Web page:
A luxurious 74-acre estate that recently went up for sale in Woodside, California is the priciest property on the market in Silicon Valley.
Named Green Gables, the estate offers serene privacy near the heart of the tech industry center and less than 30 minutes to San Francisco. It’s asking $135 million.
Between the man home and six other dwellings, there are a total 32 bedrooms, according to the listing with Christie’s International Real Estate. Each of the homes is located in a private setting on the property.
The property dates back to 1911, when the original residence was built for Mortimer Fleishhacker, the founder of Anglo California Bank and the Great Western Power Company. That main residence is a 10,000-square-foot home inspired by English country homes. It still features some of the original hand-carved furniture made by the architects Charles Sumner Greene and Henry Mather Greene.
One of the homes was designed by noteworthy architect William Wurster in the 1930s. One home has three bedrooms that were designed by Elsie de Wolfe, whose clients also include Amy Vanderbilt and the Duke and Duchess of Windsor.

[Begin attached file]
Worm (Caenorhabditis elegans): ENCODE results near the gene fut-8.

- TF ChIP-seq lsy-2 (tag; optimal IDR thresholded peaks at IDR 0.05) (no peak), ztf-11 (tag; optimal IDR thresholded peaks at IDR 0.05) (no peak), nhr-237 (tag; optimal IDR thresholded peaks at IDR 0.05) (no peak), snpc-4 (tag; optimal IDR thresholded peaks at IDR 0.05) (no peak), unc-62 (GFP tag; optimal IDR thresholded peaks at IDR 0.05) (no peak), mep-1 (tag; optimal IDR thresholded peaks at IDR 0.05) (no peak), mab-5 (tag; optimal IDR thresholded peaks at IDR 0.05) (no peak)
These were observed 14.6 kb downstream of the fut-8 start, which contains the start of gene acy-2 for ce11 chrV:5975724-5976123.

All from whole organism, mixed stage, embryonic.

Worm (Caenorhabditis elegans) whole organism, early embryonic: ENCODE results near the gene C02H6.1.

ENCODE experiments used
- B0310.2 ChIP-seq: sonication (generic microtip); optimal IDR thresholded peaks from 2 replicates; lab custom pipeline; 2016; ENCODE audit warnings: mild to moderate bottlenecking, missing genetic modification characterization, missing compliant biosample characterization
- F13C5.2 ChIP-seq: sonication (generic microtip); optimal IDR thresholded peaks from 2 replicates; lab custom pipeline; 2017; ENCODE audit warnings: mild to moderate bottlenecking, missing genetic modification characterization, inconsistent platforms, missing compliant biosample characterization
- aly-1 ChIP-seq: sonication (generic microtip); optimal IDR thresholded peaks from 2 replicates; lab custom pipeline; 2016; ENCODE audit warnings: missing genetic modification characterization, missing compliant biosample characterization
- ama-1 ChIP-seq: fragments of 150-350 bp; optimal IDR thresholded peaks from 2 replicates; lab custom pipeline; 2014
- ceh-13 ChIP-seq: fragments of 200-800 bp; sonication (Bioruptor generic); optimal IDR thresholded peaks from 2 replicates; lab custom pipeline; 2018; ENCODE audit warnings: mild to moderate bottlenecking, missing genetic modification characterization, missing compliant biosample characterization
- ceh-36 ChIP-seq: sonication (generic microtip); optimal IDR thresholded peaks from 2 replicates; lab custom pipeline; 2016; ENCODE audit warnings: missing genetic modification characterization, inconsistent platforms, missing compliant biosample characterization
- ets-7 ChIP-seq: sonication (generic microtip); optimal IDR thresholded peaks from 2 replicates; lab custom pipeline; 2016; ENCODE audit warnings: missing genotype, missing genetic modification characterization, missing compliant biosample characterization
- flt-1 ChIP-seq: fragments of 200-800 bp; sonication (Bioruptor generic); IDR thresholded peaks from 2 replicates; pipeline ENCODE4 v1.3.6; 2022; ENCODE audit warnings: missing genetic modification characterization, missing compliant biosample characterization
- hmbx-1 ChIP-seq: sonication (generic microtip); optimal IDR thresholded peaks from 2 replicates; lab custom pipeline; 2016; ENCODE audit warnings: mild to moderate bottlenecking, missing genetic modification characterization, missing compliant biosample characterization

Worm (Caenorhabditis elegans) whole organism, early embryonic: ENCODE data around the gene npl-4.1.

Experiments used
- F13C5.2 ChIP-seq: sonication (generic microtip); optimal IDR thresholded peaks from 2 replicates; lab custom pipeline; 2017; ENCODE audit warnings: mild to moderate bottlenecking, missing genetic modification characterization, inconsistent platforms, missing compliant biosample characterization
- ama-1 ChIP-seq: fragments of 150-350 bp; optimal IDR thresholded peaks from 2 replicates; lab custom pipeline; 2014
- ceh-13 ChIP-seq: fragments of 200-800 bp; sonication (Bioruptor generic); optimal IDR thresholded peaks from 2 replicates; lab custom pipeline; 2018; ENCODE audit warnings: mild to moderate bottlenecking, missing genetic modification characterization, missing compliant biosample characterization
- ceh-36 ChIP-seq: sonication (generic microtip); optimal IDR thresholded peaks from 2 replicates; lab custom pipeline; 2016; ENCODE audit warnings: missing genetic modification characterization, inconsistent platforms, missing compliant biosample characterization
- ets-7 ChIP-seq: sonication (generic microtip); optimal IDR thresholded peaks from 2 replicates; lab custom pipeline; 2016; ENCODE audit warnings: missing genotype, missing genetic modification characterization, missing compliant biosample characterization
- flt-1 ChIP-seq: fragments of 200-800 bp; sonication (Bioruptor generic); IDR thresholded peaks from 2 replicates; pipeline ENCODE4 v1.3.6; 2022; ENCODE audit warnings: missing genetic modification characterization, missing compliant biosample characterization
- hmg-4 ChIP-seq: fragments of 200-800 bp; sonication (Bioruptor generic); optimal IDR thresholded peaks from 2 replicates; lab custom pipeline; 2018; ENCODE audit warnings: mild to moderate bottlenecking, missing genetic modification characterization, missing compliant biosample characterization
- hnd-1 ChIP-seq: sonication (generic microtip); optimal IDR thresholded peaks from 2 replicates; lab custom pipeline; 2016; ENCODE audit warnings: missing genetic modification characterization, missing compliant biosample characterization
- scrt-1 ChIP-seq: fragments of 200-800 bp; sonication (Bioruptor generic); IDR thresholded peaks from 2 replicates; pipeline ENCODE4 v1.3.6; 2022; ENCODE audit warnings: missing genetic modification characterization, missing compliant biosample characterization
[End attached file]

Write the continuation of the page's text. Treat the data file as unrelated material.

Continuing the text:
The property features lots of outdoor amenities. There are three swimming pools, including a 60-by-300-foot Roman pool with an aqueduct-like stone structure hidden 65 feet below a terrace and accessed by stone staircases. Another of the pools is a “free-form” pool built to not disturb existing trees on the property.
There’s also a tennis court, a lily pond, a rustic stone tea house and an artist’s studio.
The lush property features orchards, vegetable and flower gardens, old-growth trees and a private reservoir that ensures all the water the many plants need. Two private roads and wooded trails offer routes for riding or biking.
The property also features lots of space for the next owner to add a winery, equestrian facilities or golf holes.
The United Nations held its 20th anniversary commemoration gala at Green Gables in 1965, and the home has hosted world leaders, royalty, business heads and other noteworthy dignitaries, according to the listing.
Dan Conn, CEO of Christie’s International Real Estate, called the property “a prime expanse of land rivaled by few in the area.”
“Rare in its beauty and scope, the property was purchased six generations ago and held by the same family, the Fleishhackers,” Conn said in a written statement. “The family has carefully protected and maintained this grand estate ever since.”